Across the Disciplines, a refereed journal devoted to language, learning, and academic writing, publishes articles relevant to writing and writing pedagogy in all their intellectual, political, social, and technological complexity. Across the Disciplines shares the mission of the WAC Clearinghouse in making information about writing and writing instruction freely available to members of the CAC, WAC, and ECAC communities.
Client-Based Writing about Science: Immersing Science Students in Real Writing Contexts, Kate Kiefer and Aaron Leff.
Giving students direct experience with the writing contexts and demands they will soon face as professionals focuses their attention on learning as much as possible from a required writing course. The authors report on the development of a client-based upper-level science writing course, and discuss important issues that must be considered in this sort of client-based curriculum. (Published November 22, 2008)
The Future of WAC - Plenary Address, Ninth International Writing Across the Curriculum Conference, May 2008 (Austin, Texas), Susan H. McLeod.
In this Plenary Address given at the 9th IWAC Conference in 2008, Susan McLeod (who started her first WAC program in 1982) speculates about the future of the WAC movement. She focuses on four issues: The changing nature of communication and the cultural lag in assignment design, the question of who is in charge of the program, the ascendancy of assessment in education, and finally, the democratization and internationalization of higher education outside of the United States. (Published September 15, 2008)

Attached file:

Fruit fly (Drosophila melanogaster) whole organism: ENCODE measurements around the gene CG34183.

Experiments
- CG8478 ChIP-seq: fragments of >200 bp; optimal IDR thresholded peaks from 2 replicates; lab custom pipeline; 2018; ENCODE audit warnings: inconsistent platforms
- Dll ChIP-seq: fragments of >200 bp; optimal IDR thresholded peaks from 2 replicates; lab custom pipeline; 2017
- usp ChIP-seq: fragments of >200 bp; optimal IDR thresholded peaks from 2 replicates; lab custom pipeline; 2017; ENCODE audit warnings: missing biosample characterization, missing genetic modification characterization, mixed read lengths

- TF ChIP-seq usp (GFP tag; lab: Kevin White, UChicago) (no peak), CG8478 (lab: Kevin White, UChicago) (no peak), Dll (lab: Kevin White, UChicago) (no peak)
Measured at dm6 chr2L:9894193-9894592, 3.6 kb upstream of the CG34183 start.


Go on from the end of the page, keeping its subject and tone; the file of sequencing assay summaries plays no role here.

Culture Shock: Teaching Writing within Interdisciplinary Contact Zones, Charlotte Brammer, Nicole Amare, and Kim Sydow Campbell.
To help writing faculty learn the language of discourse communities across campus, we conducted faculty interviews as a first attempt to describe knowledge about disciplinary cultures, specifically with regard to writing. Our interview data suggest that when writing faculty limit cross-disciplinary discussion to characteristics of good writing only, discipline stereotypes are reinforced, and communication may be restricted. However, when writing faculty discuss learning-to-write strategies with faculty in other disciplines, the results reveal commonalities about writing ideology. (Published July 9, 2008)
College Writing and Beyond: A New Framework for University Writing Instruction, Anne Beaufort, 2007. Logan, UT: Utah State UP. [ISBN 978-0-87421-659-2. 242 pages, including index. $24.95 USD (softcover).]
A book review by Dana Lynn Driscoll, Purdue University (Published March 29, 2008)
Well-designed Writing Fellows programs—curriculum-based peer tutoring programs, in which undergraduate peer mentors are assigned to work collaboratively with students and faculty in specific writing-intensive courses across the curriculum—can become integral parts of WAC programs in ways that benefit student-writers, faculty, and fellows themselves. Because they embed collaborative learning and contemporary composition pedagogy within courses across the curriculum, Writing Fellows programs also, however, pose various theoretical, pedagogical, and administrative challenges, and they reveal complex intersections of writing, peer collaboration, disciplinary knowledge, and institutional and curricular politics. In this special issue, our contributing authors explore new ways to understand Writing Fellows programs and the connections between them and WAC.
Guest editors: Brad Hughes and Emily B. Hall, University of Wisconsin-Madison